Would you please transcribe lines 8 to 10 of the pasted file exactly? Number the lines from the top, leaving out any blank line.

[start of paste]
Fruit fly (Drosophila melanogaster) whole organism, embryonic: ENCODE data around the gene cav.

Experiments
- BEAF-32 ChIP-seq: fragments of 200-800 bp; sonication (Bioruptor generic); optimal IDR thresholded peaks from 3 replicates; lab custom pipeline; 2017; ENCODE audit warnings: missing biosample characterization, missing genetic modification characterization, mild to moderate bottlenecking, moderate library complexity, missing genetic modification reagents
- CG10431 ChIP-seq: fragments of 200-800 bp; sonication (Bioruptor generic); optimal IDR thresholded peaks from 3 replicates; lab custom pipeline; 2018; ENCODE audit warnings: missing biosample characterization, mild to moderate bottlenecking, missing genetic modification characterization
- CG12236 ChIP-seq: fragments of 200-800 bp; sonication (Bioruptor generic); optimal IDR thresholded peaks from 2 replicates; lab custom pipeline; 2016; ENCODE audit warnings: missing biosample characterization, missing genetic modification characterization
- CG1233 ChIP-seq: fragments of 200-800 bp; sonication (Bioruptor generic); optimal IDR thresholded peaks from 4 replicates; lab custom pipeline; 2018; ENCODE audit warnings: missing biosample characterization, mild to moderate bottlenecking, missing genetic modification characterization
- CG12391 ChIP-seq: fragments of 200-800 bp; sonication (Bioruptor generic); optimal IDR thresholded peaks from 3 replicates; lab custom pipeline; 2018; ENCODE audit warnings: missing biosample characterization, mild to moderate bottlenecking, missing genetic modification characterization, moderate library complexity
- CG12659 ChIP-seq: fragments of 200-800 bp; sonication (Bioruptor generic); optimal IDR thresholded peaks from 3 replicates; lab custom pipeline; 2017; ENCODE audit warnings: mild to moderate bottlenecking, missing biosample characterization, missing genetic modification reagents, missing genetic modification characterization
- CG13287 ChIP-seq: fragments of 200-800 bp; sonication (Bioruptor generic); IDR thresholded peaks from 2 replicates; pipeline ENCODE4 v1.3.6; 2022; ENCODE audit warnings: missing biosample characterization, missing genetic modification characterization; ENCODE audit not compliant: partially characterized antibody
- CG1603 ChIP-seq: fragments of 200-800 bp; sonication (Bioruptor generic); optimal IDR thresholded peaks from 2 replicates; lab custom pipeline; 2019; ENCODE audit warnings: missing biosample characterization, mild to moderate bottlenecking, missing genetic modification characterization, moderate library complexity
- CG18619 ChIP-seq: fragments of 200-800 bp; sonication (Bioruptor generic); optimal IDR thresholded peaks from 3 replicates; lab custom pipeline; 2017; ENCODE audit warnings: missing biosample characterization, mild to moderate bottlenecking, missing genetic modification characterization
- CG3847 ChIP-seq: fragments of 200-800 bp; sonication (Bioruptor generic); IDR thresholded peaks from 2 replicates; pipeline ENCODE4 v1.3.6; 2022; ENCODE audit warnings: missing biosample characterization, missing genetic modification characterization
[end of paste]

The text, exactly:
- CG12659 ChIP-seq: fragments of 200-800 bp; sonication (Bioruptor generic); optimal IDR thresholded peaks from 3 replicates; lab custom pipeline; 2017; ENCODE audit warnings: mild to moderate bottlenecking, missing biosample characterization, missing genetic modification reagents, missing genetic modification characterization
- CG13287 ChIP-seq: fragments of 200-800 bp; sonication (Bioruptor generic); IDR thresholded peaks from 2 replicates; pipeline ENCODE4 v1.3.6; 2022; ENCODE audit warnings: missing biosample characterization, missing genetic modification characterization; ENCODE audit not compliant: partially characterized antibody
- CG1603 ChIP-seq: fragments of 200-800 bp; sonication (Bioruptor generic); optimal IDR thresholded peaks from 2 replicates; lab custom pipeline; 2019; ENCODE audit warnings: missing biosample characterization, mild to moderate bottlenecking, missing genetic modification characterization, moderate library complexity